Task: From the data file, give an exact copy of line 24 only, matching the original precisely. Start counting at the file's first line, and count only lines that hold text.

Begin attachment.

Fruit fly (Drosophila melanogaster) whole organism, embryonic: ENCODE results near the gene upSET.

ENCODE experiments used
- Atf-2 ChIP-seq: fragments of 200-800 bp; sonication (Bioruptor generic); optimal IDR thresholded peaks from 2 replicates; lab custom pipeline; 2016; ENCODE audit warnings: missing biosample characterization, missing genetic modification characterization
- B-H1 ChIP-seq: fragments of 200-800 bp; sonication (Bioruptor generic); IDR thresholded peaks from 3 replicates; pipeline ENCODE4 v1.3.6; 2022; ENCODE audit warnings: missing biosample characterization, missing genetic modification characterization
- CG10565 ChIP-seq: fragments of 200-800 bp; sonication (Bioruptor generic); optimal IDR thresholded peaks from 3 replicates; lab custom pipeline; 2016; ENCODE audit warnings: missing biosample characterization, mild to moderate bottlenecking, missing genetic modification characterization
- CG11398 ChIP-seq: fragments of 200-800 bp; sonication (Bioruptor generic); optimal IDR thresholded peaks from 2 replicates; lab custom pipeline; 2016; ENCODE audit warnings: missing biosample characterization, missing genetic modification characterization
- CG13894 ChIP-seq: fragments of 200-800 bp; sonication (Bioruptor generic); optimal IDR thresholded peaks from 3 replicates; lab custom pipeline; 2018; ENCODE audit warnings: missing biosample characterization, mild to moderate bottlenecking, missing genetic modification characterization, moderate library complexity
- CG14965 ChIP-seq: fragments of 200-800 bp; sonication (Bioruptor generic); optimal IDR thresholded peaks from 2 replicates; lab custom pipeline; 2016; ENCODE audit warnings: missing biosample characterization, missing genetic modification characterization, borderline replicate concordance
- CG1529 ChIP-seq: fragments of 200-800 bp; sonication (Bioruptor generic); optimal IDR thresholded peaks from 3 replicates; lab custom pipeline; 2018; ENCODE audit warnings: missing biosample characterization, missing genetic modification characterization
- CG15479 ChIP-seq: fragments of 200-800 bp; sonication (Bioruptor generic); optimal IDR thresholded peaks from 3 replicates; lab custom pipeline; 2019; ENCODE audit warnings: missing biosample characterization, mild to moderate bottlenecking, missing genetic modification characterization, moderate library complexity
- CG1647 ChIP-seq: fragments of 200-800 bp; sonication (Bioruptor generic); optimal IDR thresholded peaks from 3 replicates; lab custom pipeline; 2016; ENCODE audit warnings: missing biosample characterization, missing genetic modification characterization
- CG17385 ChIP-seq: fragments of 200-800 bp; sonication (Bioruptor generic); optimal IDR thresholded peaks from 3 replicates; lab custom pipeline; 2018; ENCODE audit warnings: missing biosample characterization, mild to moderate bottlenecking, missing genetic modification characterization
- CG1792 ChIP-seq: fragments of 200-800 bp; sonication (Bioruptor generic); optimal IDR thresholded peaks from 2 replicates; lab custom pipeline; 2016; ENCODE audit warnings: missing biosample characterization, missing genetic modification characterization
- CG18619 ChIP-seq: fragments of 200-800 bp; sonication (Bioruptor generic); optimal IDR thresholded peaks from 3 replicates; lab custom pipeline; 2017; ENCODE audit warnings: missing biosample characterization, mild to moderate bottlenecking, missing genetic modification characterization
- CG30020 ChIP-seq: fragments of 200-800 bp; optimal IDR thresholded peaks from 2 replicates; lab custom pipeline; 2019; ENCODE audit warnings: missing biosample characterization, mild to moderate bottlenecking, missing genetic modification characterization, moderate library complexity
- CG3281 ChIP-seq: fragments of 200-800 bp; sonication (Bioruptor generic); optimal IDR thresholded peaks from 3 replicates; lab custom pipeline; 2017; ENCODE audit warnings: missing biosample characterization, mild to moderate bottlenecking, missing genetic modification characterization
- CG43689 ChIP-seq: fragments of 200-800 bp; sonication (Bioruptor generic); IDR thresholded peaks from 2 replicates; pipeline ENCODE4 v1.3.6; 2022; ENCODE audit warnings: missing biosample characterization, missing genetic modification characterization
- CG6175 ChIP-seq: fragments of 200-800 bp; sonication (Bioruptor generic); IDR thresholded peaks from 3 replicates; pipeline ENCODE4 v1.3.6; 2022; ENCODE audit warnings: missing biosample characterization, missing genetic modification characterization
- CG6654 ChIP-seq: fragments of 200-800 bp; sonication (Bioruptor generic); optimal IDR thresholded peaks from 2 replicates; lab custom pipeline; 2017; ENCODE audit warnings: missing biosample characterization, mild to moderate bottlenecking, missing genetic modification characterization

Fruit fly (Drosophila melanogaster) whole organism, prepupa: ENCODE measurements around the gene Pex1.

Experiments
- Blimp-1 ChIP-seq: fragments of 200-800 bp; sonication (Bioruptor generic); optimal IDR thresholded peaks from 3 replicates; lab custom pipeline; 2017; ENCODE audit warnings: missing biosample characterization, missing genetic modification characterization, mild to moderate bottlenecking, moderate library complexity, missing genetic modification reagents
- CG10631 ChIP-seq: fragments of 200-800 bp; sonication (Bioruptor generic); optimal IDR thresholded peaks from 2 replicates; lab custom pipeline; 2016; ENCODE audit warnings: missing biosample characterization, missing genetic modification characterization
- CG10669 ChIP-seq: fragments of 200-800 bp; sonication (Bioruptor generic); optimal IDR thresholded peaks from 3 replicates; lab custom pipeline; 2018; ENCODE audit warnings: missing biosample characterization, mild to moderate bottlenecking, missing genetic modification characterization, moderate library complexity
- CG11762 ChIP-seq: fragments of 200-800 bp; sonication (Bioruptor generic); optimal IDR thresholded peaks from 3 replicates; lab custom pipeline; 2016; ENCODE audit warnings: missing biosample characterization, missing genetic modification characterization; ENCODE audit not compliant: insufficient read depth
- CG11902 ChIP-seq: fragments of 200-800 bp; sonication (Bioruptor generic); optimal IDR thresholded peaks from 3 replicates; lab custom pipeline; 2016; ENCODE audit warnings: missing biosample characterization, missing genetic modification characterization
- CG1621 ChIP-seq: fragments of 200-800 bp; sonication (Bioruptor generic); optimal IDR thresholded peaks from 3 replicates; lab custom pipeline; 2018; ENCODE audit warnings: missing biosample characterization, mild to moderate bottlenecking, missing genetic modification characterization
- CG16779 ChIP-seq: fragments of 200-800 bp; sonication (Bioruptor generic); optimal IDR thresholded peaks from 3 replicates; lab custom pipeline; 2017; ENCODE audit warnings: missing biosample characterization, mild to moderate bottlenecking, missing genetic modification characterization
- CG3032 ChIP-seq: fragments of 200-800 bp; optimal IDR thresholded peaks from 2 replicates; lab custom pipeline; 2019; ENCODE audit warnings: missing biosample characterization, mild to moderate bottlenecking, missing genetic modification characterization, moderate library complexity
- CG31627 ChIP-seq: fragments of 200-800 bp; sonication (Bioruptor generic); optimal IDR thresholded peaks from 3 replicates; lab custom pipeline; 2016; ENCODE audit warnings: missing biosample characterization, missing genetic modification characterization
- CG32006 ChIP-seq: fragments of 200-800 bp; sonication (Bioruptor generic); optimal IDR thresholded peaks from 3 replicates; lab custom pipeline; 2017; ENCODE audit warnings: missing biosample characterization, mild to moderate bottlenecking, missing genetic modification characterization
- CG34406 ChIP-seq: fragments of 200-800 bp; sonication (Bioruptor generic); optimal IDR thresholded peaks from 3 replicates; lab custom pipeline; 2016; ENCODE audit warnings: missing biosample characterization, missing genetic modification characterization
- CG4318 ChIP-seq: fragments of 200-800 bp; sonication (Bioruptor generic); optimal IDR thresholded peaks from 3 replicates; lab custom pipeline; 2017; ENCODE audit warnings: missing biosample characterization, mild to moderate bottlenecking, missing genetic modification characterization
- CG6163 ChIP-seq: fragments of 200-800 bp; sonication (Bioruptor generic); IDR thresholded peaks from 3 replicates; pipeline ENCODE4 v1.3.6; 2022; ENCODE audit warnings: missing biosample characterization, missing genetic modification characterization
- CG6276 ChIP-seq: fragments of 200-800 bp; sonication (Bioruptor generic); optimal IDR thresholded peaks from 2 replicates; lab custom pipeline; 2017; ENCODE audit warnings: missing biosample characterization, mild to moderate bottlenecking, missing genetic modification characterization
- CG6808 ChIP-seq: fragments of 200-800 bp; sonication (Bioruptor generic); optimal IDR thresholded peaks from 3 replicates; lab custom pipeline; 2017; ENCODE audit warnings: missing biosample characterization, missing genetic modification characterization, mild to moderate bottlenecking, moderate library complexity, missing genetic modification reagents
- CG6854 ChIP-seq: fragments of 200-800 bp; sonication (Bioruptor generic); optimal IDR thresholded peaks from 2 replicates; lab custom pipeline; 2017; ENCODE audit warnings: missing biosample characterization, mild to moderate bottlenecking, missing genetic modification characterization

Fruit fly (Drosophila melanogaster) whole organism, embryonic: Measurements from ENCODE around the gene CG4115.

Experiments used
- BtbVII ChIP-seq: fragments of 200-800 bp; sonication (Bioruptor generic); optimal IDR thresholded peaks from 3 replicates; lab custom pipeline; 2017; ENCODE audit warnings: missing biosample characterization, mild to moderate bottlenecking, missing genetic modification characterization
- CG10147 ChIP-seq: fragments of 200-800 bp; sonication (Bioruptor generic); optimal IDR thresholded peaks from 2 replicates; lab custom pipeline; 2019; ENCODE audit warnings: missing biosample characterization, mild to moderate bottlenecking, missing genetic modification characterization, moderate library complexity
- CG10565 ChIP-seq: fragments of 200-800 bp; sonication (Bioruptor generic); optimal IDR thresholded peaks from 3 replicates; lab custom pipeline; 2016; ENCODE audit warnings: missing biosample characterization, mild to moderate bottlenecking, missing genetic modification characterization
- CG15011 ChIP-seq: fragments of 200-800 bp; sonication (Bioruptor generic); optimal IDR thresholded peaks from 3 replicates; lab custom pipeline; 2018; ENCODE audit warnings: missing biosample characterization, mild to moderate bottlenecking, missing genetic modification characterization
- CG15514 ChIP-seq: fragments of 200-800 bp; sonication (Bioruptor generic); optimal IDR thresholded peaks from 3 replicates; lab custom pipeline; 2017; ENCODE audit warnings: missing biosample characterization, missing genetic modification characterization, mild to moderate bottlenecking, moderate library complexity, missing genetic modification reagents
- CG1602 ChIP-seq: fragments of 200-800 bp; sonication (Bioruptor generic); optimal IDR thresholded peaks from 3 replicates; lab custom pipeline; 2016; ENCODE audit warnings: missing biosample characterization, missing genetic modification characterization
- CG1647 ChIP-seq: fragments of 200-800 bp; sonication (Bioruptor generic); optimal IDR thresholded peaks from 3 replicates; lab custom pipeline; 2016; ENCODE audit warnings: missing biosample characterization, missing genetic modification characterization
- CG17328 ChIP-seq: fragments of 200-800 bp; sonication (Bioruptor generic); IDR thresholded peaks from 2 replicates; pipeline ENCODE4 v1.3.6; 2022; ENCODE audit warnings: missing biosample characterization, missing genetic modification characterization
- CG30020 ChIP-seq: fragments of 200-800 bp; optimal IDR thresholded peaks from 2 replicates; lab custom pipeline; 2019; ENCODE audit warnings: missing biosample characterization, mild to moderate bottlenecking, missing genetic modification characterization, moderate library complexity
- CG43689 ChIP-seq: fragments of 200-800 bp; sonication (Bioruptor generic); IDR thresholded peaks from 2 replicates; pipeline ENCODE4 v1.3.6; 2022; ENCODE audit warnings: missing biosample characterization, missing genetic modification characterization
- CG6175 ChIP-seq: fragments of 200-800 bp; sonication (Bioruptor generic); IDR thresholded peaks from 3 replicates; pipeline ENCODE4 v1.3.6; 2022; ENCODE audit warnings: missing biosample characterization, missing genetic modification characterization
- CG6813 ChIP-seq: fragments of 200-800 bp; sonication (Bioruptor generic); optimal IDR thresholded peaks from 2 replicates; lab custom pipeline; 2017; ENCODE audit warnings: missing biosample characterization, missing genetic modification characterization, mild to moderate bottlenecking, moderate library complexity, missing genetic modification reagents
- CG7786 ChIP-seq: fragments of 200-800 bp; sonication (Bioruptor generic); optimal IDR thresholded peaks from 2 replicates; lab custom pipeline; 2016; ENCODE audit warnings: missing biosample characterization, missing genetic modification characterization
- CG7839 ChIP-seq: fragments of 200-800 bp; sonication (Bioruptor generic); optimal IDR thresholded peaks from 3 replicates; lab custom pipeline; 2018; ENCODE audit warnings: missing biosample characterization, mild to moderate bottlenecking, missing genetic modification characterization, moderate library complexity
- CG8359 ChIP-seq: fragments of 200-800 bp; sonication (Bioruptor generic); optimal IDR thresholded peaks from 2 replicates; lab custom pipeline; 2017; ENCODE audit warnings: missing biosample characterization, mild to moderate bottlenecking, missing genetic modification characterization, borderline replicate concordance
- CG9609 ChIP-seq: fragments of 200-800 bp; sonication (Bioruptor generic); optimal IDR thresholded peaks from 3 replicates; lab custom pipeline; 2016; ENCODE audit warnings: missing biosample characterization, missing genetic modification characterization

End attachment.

- CG10669 ChIP-seq: fragments of 200-800 bp; sonication (Bioruptor generic); optimal IDR thresholded peaks from 3 replicates; lab custom pipeline; 2018; ENCODE audit warnings: missing biosample characterization, mild to moderate bottlenecking, missing genetic modification characterization, moderate library complexity